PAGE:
The Norwood Police received a call from TJ Max last week after store employees saw two people removing security tags from merchandize. According to the Transcript and Bulletin, when officers arrived at he store the suspects were still inside. The man, Ergin Abaz, had a shopping bag containing merchandise. The woman, Christin Quattrucci had some goods in her pocketbook. The police arrested both of them for shoplifting. The article states that the police also found pill bottles and a doctor's prescription pad in Quattrucci's possession.
The police then searched their car. They found a "tote bag" that allegedly belonged to Abaz, and they searched that too. Inside they found "drugs and doctor's prescription pad." The doctor's name on the pad matched the name on Ms. Quattrucci's bottles.
Mr. Abaz and Ms. Quattrucci were arraigned in the Dedham District Court on Monday. These are the charges:
Abaz. Shoplifting, Conspiracy to Violate the Drug Laws, Receiving Stolen Property, Possession of a Class B Drug with Intent to Distribute, Possession of a Class B Drug, and Possession of Class C Drug with Intent to Distribute.
Quattrucci. Shoplifting, Conspiracy to Violate the Drug Laws, Receiving Stolen Property, Possession of a Class E Drug, and Possession of Marijuana.
These are some observations and areas of concern from a defense perspective:
Why were the police searching the car? Does a shoplifting arrest give the police probable cause to search the car for evidence of the crime? Not likely. I suspect that the police explanation will be as follows: The two were arrested and would not be able to drive away. The car needed to be towed. It is police policy to do an "inventory search" to secure any valuable contents. But, who is to say that the car needed to be towed? Isn't it possible that one or both would bail out of the police station? After all, at that point they were just charged with shoplifting. The police station at 137 Nahatan Street is practically right across the street from TJ Max at 146 Nahatan. If they made bail they could walk over and drive away. Hence, no need for a tow, and no need for an inventory search.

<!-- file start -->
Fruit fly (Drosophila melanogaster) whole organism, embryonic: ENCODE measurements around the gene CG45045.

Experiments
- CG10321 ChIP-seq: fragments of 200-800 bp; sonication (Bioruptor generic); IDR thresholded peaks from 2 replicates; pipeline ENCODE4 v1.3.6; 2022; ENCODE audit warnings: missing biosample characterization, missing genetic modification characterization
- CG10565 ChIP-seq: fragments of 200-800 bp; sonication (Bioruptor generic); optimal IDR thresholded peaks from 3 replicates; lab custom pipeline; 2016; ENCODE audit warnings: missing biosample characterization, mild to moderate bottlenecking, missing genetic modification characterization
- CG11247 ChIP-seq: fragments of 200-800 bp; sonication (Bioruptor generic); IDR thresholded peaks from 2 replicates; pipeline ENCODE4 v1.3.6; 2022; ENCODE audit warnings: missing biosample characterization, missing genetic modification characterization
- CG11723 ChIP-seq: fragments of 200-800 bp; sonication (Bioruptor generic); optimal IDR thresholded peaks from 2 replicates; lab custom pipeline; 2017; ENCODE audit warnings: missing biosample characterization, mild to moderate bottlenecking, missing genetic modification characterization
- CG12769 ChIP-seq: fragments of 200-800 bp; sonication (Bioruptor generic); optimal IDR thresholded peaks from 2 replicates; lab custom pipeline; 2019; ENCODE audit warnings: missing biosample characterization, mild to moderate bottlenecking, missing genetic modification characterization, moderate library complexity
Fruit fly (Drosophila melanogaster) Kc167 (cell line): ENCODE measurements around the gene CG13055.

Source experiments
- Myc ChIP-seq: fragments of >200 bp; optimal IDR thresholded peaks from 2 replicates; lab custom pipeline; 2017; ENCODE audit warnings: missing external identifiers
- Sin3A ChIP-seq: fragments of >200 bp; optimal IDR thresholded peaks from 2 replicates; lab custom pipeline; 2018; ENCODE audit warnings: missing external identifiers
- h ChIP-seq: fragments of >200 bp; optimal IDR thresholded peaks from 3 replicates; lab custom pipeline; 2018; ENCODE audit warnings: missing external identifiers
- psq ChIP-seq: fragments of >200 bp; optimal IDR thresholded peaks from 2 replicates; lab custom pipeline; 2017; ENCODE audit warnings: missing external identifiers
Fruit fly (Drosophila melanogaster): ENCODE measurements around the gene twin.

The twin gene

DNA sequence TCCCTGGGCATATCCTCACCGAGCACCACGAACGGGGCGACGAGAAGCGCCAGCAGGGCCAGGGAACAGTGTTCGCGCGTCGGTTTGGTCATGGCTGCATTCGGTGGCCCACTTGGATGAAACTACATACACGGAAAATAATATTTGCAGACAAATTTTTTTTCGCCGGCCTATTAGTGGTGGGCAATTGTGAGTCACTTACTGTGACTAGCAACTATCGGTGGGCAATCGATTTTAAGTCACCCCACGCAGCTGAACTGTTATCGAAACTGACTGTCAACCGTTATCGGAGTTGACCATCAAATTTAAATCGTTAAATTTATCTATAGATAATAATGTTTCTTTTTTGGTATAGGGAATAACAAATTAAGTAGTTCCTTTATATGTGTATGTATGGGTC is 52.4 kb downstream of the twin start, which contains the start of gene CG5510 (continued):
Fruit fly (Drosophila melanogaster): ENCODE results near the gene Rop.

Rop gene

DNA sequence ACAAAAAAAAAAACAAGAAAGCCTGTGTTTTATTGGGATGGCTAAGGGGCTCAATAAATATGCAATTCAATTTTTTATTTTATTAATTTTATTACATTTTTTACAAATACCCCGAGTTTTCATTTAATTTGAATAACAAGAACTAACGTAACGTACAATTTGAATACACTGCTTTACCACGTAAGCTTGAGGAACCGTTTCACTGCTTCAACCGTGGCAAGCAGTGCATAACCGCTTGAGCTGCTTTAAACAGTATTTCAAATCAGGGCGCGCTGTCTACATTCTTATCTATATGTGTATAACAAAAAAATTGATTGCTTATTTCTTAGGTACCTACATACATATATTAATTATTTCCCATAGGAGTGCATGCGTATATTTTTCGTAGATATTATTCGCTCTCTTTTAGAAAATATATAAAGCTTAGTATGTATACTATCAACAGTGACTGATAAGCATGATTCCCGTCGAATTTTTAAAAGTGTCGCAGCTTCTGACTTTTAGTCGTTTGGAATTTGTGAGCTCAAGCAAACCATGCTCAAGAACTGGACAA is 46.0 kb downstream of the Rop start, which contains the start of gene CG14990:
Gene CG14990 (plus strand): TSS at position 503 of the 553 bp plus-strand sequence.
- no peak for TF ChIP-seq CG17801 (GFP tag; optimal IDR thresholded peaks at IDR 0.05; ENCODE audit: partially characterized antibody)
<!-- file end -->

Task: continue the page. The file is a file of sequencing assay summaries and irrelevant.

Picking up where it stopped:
Even if the call for a tow were justified, defense counsel will surely seek information to determine whether an inventory actually took place. If so, the police would have filled out an inventory form with a list of the items found. The absence of such a form may indicate that the search was not an inventory, but a search for evidence. Without probable cause or some other justification such a search would be a constitutional violation.
A motion to suppress will expose an invalid search, suppress the items found, and result in dismissal of the charges related to the search.
Where is the evidence of a conspiracy to violate the drug laws? A conspiracy conviction would require proof that they made an agreement to do something illegal. The article seems to imply that Abaz and Quattrucci were writing their own prescriptions. However, there does not appear to be any proof of that. Moreover, there does not appear to be any proof that they had any agreement to do it. Being in each others' company with the drugs and prescriptions is not enough to prove an agreement.
In any event, there is very little chance that a conspiracy trial will take place in the Dedham District Court based upon these allegations. Procedural rules do not allow for a conspiracy trial to take place at the same time as trial on the other charges unless defendants agree. The prosecution generally does not want two trials when they may get what they want from one.
Finally, why has Abaz been charged with having an intent to distribute drugs at all? A large volume of drugs may support this, but there is nothing in the article about volume. Nor are there any other indicators such as drug sale records, packaging materials, or large amounts of money. These drugs could just as easily have been for Abaz's personal use.